While support for Windows 2000 ended over a year ago, there are a few people still using it, or running it in a virtual environment for compatibility reasons.  This being the case lets look at some ways to make Windows 2000 more secure and safe for those users still rocking a 12-year-old operating system.

First, Update Windows!  Yes this sounds like a no-brainer, but did you know you can use Microsoft Update (which updates all Microsoft products) instead of just Windows Update, you can check it out at http://www.update.microsoft.com/microsoftupdate/

Second, use a different internet browser, you can read my post here on that

Third, update the components used by internet Browsers,  You can download the current version of Java at www.java.com Get the current version of Silverlight at www.silverlight.net The last version of Adobe Reader that is compatible with 2000 can be obtained at http://get.adobe.com/reader/ (make sure once it is installed to open up the program and click on Help and Update, this will get all the updates for the program)  Finally you can download the newest version of Flash for both Internet Explorer and for Firefox and Opera, go to http://get.adobe.com/flashplayer/otherversions/  For step one select Windows 7/Vista/XP/2008/2003 and for step two select for Windows Internet Explorer, for Internet Explorer, and then do this again from Firefox or Opera but for step two select Windows – Other Browsers (if you have both Opera and Firefox installed you only have to install Flash for Other Browsers once, it will install the plugin for both browsers)

Fourth, how about Antivirus and Anti-spyware software.  There are a few things still out there for the die-hard Windows 2000 user.

Antivirus software is key if you are going to be surfing the internet in Windows 2000, you really want full Antivirus protection, Thankfully there are a few choices.

AVG Free Antivirus 9 While the newest version does not support 2000, Version 9 does, and AVG still releases updates to the program making this a great AV software for 2000, especially if you do not want to spend the money on software for a virtual installation of the operating system.  You can download a version of AVG 9 Free from http://www.oldapps.com/AVG_antivirus.php?app=f86fd982885094416ab9f08ca1bda07f

AVG 9 Free in Windows 2000

AVG 9 Free in Windows 2000

Now AVG is the only free offering out there for Win 2K but if you would rather pay some money and get better protection Eset Nod32 Antivirus 4 does support Windows 2000 and does it well. I suggest just the Antivirus, but they do have an Internet Security solution as well.  You can check it out below, and they often have deals running.
ESET Smart Security - Save 25%

Lavasoft Ad-Aware Pro is also another option, they have expanded their product to include Antivirus, I am not sure how well this will work but Ad-Aware has been a good tool in the past.  I know there is a Free version, however the Free one does not have real-time protection making that not a very good option. The Pro version is $29.95 for a year and you can check it out at http://www.lavasoft.com/products/ad_aware_pro.php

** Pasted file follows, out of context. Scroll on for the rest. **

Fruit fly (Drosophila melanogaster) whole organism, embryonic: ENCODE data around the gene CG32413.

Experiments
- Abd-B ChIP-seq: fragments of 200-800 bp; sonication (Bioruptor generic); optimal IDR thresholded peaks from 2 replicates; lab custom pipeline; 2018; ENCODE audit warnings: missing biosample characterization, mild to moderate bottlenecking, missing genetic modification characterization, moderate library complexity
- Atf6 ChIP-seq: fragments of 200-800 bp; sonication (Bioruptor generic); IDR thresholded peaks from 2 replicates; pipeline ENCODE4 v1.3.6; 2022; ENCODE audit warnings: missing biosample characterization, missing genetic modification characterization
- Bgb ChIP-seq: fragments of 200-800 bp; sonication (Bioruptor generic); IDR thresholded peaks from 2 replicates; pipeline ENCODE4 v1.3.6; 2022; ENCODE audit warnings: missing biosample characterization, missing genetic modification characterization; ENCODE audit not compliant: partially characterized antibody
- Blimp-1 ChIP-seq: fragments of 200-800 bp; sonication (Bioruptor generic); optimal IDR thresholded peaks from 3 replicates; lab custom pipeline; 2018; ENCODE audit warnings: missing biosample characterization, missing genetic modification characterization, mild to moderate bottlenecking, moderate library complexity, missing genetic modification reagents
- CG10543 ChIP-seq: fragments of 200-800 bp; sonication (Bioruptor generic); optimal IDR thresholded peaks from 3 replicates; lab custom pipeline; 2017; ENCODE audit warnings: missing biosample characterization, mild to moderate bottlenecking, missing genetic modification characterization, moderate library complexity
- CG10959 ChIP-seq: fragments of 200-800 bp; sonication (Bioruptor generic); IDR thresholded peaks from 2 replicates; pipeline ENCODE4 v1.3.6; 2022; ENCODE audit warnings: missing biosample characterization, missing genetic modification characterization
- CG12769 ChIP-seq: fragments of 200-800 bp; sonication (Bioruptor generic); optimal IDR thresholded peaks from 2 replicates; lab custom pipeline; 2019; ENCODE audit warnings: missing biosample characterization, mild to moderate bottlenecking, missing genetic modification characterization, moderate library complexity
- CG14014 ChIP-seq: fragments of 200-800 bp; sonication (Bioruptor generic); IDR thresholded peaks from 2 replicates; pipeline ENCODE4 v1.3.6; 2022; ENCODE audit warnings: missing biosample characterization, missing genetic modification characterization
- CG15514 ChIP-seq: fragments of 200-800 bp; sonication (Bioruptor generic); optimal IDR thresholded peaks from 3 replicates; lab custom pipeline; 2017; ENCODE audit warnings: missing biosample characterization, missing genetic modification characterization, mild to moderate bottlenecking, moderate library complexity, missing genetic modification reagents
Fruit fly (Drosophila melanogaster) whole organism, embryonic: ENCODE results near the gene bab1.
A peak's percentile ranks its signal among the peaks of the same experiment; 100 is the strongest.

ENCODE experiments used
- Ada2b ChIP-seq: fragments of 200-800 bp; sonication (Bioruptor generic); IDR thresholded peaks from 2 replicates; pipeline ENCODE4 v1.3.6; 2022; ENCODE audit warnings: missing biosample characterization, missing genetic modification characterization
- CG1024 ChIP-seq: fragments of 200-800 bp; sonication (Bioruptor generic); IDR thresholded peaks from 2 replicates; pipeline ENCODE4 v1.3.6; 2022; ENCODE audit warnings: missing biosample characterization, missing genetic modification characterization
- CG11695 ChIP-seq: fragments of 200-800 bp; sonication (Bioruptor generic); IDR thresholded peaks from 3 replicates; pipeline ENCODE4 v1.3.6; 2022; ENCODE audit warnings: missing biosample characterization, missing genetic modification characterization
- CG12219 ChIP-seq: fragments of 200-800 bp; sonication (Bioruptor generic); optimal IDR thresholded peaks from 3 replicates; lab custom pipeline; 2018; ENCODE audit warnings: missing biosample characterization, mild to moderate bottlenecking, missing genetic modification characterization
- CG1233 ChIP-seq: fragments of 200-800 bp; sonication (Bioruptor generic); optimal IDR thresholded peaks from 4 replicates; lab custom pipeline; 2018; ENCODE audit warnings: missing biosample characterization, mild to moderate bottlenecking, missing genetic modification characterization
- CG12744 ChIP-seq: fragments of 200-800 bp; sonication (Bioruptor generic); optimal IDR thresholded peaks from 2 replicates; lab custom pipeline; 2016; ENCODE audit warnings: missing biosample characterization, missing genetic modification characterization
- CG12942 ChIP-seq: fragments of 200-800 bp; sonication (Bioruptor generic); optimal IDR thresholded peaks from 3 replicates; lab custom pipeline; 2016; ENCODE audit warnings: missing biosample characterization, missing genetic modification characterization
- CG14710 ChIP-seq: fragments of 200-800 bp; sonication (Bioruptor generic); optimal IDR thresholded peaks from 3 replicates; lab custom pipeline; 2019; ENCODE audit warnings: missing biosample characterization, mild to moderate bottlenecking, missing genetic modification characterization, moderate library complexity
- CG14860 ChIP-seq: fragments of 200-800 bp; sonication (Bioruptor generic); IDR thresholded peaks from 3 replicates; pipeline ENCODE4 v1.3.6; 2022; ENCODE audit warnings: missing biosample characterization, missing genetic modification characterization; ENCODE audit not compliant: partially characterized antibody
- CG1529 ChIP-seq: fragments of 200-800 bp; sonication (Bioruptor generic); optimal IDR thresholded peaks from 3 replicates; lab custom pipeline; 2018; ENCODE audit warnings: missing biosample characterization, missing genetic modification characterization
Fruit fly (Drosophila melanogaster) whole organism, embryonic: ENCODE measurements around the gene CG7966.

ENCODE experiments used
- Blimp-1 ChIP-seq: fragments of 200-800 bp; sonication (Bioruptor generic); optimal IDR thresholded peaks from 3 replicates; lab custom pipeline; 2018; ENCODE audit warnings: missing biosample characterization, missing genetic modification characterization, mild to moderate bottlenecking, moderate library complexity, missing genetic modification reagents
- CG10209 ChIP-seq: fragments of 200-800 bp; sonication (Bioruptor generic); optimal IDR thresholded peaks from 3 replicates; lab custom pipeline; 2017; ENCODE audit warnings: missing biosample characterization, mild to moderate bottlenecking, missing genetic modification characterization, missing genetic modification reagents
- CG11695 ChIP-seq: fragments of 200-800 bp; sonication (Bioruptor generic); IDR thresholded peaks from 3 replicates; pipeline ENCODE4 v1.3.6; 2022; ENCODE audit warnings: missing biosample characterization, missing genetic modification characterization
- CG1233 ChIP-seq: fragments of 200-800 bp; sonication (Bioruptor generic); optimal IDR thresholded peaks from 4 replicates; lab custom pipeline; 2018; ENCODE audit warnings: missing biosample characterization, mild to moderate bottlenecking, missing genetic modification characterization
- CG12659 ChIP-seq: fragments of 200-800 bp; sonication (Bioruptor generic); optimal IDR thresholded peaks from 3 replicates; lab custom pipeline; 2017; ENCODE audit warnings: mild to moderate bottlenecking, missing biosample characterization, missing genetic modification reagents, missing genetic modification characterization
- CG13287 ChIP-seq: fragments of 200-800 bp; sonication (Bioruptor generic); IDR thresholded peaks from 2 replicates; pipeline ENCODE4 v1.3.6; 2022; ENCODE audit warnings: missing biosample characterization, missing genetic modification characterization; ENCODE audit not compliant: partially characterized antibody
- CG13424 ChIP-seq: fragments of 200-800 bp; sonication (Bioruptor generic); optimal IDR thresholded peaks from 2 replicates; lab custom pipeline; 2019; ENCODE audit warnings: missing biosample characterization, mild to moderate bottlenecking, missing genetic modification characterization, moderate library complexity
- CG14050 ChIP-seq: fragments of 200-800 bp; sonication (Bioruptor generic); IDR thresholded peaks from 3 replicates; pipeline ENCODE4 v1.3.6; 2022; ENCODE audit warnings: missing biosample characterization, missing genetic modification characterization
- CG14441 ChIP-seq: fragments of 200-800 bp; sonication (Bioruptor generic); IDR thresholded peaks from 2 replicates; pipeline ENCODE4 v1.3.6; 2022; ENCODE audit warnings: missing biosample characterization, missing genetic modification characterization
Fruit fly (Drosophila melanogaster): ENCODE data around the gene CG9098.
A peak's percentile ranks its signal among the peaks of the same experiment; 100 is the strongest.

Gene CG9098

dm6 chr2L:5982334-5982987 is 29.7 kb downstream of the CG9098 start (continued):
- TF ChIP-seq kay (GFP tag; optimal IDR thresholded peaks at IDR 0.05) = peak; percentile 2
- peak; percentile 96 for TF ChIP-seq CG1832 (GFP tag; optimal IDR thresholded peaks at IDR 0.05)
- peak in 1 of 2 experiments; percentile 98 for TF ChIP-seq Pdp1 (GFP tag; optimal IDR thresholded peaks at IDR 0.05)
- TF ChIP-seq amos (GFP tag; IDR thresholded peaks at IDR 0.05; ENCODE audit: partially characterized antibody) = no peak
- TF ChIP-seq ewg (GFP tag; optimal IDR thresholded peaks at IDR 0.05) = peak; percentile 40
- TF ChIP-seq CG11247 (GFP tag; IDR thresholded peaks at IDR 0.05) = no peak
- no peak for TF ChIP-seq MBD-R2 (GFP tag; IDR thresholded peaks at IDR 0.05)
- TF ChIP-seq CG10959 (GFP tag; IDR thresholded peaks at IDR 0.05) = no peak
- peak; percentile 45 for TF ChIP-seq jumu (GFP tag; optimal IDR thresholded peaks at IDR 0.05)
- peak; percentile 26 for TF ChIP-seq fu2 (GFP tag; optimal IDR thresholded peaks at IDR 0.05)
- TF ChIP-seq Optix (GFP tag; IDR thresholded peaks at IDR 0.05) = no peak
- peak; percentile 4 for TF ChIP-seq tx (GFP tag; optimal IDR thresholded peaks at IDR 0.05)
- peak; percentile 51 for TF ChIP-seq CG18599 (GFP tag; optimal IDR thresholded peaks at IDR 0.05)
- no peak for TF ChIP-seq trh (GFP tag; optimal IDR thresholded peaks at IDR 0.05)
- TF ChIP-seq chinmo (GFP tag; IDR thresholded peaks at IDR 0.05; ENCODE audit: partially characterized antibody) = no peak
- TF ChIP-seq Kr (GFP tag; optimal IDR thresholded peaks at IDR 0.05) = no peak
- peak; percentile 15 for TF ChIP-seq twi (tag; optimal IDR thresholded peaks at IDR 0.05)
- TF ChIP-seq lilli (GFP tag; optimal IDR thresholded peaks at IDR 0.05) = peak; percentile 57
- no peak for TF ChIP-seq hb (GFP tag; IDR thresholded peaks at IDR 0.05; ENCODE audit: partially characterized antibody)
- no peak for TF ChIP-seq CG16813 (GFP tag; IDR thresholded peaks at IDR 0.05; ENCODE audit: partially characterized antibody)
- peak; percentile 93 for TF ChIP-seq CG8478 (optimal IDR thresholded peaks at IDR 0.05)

Now if you are wanting something Free with real-time protection but that is not going to be as much as a strain on system resources as a full-fledged antivirus solution,  Spybot – Search and Destroy fits the bill.  It is just anti-spyware, but does have some Immunization features to help block unwanted content and supports Internet Explorer, Firefox, and Opera.  It is at version 1.6.2 and you can check it out at http://www.safer-networking.org/en/ownmirrors1/index.html

Spybot 1.6.2 in Windows 2000

Spybot 1.6.2 in Windows 2000

Now if you would just like the immunization protection from Spybot, but do not want the extra overhead of a program, I would suggest SpywareBlaster.  It has immunization options for Internet Explorer and Firefox, and supports Netscape (sorry no Opera support)  The free version you have to manually update but hey its free.  What is great is not having to have to program run, in fact the only time you open the program is to update it and to set the protection.  You can download SpywareBlaster 4.4 from http://www.javacoolsoftware.com/spywareblaster.html

SpywareBlaster 4.4 in Windows 2000

SpywareBlaster 4.4 in Windows 2000

Finally no talk about security would be complete without talking about a good Temp File and Registry Cleaner.  I always suggest CCleaner for the job.  Supports all the browsers available for Windows 2000, and has a great registry cleaner to help keep the machine running at its best.  You can check it out at http://www.piriform.com/ccleaner/download

CCleaner in Windows 2000

CCleaner in Windows 2000

All of this should help to keep you better protected whether your running Windows 2000 on your desktop or just in a virtual environment.  I do suggest looking into some protection, even when using virtual machines security is important.

Power Toys and Ultimate Extras for Windows 7 and Vista (XP Too) Part 3

The Power Toys for Windows XP were very popular to the point that Microsoft made you pay for the ones in Vista and called them Ultimate Extras, but unlike their XP counterparts they did not release a lot of the Ultimate Extras.